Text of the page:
I make a lot of posts referencing my projection system. I’ve explained it in various places in bits and pieces. I wrote this up for the Kings’ Draft Challenge this year but was not selected, so I’m just going to post what I wrote for that, which should explain things pretty well. If you have any questions, feel free to ask in the comments.
What started out as a fantasy college basketball scoring system has proved itself over the past few years to be a useful tool in identifying which players have the best chance of succeeding at the next level. Data has only been collected for three seasons, but looking at current stars drafted before this time, the recent conclusions hold strong. Due to the genesis of the system, players are ranked by fantasy points, or FP. FP can be calculated as follows:
1 FP per point
1 FP per rebound
2 FP per assist
3 FP per steal
3 FP per block
-2 FP per turnover
It is important at the outset to acknowledge the limitations of this system. It does not yet have an objective component to account for age or level of competition, which must be accounted for. Older players and players in mid-major and low-major conferences must be adjusted downwards. Also, while it does a terrific job of identifying a group of players for which NBA success is most likely, within that group, it has trouble separating players. However, I am not aware of any system that is perfect in identifying only successful players. Therefore, rather than considering this a system that identifies the best players, I consider it a system that identifies which players are not likely to succeed, leaving a very manageable number of players, a significant amount who will be among the best in their class.
In this system, there is a simple pre-requisite for success: if you scored 30 or more FP/game in your final college season, you have a chance to succeed at the next level. This is subject to two exceptions:
1. The “under 30” exception. Players who failed to play 30 minutes a game can still qualify if they averaged 0.9 FP/minute or better.
2. The “off-guard” exception. Sometimes, point guards end up at schools that already have other point guards, and their production is limited as a result. Point guards who fail to reach 30 FP/game should not be disqualified if they were splitting PG duties or did not play PG at all.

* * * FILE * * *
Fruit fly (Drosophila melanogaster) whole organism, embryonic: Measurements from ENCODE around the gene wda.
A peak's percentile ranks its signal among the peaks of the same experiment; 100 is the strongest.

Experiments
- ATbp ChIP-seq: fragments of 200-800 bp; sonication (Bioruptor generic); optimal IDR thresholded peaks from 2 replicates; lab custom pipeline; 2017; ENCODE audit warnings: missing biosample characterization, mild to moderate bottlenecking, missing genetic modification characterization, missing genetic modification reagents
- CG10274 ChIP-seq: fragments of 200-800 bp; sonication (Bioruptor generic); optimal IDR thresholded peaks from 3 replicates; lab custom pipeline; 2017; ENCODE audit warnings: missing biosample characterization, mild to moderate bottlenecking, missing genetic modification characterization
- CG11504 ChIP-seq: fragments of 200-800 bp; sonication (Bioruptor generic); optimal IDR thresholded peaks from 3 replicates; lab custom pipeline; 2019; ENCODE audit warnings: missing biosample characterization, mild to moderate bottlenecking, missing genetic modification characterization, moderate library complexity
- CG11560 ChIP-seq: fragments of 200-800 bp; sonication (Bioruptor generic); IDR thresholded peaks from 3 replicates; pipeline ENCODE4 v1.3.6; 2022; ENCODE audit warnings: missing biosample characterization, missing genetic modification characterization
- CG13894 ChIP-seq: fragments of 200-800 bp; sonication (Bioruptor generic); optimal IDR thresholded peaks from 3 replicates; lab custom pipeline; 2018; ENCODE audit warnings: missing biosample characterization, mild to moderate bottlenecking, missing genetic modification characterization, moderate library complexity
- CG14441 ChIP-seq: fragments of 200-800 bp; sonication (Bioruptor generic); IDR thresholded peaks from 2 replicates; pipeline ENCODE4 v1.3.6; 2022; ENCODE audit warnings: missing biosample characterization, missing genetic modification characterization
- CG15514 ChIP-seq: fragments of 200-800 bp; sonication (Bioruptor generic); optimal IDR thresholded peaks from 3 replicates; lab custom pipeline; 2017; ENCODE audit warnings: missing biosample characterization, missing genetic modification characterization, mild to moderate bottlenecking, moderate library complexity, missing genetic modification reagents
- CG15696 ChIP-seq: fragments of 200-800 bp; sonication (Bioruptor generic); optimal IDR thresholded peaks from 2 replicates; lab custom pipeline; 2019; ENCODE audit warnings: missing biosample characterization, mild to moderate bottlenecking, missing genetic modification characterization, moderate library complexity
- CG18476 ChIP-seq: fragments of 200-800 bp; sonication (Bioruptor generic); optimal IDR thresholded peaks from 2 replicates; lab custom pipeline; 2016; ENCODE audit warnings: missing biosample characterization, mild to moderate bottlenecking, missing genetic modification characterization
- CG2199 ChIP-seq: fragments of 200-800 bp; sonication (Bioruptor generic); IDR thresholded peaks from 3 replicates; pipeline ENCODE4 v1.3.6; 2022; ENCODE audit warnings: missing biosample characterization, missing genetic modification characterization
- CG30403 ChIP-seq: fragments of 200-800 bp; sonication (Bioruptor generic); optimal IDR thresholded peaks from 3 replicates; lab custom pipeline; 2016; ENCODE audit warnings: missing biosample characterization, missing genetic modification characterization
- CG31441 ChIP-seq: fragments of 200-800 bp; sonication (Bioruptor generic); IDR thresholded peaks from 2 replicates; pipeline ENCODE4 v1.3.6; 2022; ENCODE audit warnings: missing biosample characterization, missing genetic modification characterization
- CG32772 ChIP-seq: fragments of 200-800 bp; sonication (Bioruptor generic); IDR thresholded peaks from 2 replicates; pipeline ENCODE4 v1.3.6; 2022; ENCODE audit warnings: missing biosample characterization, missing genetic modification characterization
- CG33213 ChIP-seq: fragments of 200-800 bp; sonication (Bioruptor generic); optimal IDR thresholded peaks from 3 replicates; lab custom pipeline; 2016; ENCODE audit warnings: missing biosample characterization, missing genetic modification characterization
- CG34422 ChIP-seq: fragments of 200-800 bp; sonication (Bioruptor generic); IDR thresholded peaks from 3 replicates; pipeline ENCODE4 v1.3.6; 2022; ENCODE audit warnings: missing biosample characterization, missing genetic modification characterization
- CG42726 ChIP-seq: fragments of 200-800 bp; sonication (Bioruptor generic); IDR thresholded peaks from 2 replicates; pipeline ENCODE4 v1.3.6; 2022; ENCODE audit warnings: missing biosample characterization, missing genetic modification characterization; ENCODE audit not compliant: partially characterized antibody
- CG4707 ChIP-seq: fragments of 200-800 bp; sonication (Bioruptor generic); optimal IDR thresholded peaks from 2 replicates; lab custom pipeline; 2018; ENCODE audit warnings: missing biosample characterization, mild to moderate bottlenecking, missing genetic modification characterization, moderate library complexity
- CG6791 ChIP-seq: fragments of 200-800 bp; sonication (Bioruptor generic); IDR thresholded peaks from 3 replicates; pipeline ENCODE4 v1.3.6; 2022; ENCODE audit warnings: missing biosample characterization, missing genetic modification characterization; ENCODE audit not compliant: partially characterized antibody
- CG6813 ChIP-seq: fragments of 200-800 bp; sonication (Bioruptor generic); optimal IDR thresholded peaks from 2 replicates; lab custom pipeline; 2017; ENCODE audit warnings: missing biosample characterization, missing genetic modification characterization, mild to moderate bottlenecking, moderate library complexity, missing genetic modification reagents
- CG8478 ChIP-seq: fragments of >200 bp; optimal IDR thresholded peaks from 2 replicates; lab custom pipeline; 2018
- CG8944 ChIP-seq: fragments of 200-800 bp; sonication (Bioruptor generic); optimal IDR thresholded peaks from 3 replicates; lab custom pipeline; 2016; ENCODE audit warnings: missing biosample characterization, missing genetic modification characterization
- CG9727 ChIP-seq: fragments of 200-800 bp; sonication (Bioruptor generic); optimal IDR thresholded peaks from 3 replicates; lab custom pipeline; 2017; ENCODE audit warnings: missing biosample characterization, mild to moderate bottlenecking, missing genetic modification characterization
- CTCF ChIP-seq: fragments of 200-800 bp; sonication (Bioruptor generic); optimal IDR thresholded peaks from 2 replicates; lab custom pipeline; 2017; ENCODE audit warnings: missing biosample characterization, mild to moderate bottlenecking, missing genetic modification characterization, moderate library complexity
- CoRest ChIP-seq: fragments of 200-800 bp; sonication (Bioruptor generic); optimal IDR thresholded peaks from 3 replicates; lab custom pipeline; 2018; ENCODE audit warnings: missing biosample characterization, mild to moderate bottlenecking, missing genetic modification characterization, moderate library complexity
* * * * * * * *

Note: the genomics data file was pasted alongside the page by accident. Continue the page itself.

The top 10 draft eligible players for the 2013 NBA draft were Noel, Burke, Erick Green, Carter-Williams, Porter, Pierre Jackson, Withey, Plumlee, Caldwell-Pope, and Dieng. By PER (a flawed stat in itself, but a good starting point), four of the top five rookies this season came off that list, with the fifth, Olynyk, meeting the “under 30” exception. In fact, all of the top 10 college players in PER met the pre-reqs or one of the exceptions. Going back a year, Anthony Davis and Damian Lillard graded out as the top two players in the draft and proved it, while a “sleeper” like Draymond Green graded out as a top five prospect.
Taking a longer look at things, of the top 30 players in PER this season, every single one who played in college met the pre-reqs or the exceptions. In fact, I have only been able to find one player of note who did not meet these standards: DeMar DeRozan. DeRozan played four mediocre seasons before finally breaking out this year. That appears to be the best case scenario for a player who fails to meet the above standards.
Looking at this draft, three players stand out: Marcus Smart, Joel Embiid, and Kyle Anderson. Smart and Anderson were the two most productive players by FP/game in this year’s draft class. Joel Embiid outpaced both of them in FP/min. Adams and Parker round out the top five in FP/min and are both top 7 in FP/game. Those five players, due to their age and production, appear to be the clear top cut in this draft among NCAA players.
Numerous other expected high lottery picks do not fare so well. Wiggins, Gordon, Vonleh, and Randle all grade out below average. Vonleh touches the very bottom edge of the under 30 exception, while the others appear to fall short of everything. While the conventional wisdom appears to have all four of these players as top 10 picks, I would be very hesitant to take any of them. Simply put, players with their profile simply do not become stars.
Among the rest of the players, Zach LaVine may be the most difficult to gauge. On one hand, his numbers simply were not good this season. But he played limited minutes and was never able to play his primary position. Given the history of super-athletic point guards who were blocked in college (such as Eric Bledsoe), I believe LaVine needs to be given the benefit of the doubt, with the understanding that he will need development time at the next level.
In conclusion, this system has done a fantastic job identifying players who have typically not succeeded at the next level, leaving a much smaller player pool with a much higher chance of being successful at the next level. As I do not believe any analytical system can get more precise in identifying players at this point in time, I submit this system as an extremely useful tool in the draft evaluation process.